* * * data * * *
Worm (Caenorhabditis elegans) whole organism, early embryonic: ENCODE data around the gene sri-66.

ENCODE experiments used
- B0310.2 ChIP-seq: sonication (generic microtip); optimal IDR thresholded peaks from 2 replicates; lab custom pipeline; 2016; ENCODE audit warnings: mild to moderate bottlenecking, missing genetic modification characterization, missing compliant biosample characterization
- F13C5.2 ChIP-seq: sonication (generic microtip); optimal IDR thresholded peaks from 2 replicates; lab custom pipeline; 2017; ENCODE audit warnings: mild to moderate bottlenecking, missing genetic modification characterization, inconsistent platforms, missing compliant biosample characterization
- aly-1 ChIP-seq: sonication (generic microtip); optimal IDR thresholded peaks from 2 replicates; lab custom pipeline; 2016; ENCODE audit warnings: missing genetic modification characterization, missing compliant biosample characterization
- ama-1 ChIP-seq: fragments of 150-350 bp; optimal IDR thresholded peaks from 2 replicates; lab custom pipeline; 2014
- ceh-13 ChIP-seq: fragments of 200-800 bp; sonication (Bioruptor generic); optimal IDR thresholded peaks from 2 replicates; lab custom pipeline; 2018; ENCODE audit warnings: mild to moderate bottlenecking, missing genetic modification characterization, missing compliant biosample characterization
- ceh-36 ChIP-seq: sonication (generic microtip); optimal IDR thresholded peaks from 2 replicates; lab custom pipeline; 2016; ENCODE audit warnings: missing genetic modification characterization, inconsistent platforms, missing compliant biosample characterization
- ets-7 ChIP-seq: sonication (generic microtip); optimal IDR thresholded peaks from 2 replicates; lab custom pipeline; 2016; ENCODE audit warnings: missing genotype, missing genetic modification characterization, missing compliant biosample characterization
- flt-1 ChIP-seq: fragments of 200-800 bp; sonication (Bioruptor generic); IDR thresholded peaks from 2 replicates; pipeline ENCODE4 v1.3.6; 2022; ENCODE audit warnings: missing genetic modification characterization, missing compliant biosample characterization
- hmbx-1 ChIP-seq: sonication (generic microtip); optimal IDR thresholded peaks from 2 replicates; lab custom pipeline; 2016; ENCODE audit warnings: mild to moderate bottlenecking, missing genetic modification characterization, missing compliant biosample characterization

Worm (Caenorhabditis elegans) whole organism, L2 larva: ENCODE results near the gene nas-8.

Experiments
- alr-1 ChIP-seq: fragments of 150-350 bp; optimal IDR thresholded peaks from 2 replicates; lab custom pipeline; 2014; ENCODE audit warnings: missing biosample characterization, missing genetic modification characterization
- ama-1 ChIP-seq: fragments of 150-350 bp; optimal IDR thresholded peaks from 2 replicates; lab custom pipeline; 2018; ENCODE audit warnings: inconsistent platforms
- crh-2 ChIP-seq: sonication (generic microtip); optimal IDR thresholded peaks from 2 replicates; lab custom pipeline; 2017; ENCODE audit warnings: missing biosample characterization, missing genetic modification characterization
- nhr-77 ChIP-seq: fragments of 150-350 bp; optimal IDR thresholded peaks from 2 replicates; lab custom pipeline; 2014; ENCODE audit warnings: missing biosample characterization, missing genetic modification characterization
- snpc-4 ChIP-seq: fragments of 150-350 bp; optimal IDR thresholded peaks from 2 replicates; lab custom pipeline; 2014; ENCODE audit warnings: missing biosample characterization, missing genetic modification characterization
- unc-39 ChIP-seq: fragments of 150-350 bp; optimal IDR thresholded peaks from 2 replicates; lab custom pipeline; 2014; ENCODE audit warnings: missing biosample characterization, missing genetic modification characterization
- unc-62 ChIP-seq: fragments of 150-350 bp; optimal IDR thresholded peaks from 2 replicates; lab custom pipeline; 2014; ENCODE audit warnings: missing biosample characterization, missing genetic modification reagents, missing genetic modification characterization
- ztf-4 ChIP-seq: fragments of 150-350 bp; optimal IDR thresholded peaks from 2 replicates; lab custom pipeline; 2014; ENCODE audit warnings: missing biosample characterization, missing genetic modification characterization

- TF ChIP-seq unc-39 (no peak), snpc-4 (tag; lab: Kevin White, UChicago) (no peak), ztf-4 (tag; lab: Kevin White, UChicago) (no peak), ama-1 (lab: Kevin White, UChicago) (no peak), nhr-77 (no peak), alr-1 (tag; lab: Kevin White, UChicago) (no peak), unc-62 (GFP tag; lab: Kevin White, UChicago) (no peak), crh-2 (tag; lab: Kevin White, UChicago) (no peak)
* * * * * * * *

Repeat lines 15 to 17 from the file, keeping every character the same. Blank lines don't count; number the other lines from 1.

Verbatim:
- ama-1 ChIP-seq: fragments of 150-350 bp; optimal IDR thresholded peaks from 2 replicates; lab custom pipeline; 2018; ENCODE audit warnings: inconsistent platforms
- crh-2 ChIP-seq: sonication (generic microtip); optimal IDR thresholded peaks from 2 replicates; lab custom pipeline; 2017; ENCODE audit warnings: missing biosample characterization, missing genetic modification characterization
- nhr-77 ChIP-seq: fragments of 150-350 bp; optimal IDR thresholded peaks from 2 replicates; lab custom pipeline; 2014; ENCODE audit warnings: missing biosample characterization, missing genetic modification characterization